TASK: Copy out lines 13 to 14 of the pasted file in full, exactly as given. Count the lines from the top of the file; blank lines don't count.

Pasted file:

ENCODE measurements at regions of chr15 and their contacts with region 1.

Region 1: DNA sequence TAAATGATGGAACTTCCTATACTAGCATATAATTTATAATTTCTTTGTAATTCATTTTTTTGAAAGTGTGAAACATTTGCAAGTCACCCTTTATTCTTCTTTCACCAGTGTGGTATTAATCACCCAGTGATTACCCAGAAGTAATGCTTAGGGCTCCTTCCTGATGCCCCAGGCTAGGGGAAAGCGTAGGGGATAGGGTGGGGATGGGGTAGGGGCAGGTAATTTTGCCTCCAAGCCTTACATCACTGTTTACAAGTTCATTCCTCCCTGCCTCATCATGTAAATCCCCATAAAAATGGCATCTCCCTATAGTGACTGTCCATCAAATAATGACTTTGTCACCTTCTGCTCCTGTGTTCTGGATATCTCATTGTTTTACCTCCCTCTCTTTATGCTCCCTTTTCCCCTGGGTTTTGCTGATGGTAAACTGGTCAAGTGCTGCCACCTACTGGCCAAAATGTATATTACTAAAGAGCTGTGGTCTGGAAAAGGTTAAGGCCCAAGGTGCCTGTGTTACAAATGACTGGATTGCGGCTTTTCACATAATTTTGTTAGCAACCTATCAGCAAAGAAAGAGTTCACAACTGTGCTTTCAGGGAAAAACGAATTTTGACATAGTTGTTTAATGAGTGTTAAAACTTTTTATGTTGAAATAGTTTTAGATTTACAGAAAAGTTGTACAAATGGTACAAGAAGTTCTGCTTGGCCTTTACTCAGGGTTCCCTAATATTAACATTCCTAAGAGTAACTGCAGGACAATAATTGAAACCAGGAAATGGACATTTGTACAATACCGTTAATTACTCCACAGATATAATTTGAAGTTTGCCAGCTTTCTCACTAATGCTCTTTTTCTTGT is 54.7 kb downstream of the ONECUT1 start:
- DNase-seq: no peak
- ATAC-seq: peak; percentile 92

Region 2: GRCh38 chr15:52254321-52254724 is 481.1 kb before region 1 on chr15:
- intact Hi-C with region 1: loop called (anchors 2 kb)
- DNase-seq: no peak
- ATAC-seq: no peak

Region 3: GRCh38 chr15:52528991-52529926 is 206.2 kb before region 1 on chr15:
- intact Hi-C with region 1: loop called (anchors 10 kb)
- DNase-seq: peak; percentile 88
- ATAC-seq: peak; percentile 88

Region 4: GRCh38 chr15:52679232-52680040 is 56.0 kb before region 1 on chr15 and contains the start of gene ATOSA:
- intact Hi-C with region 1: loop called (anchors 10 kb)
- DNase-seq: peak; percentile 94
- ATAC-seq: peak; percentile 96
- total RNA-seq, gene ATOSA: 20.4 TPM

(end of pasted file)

Region 4: GRCh38 chr15:52679232-52680040 is 56.0 kb before region 1 on chr15 and contains the start of gene ATOSA:
- intact Hi-C with region 1: loop called (anchors 10 kb)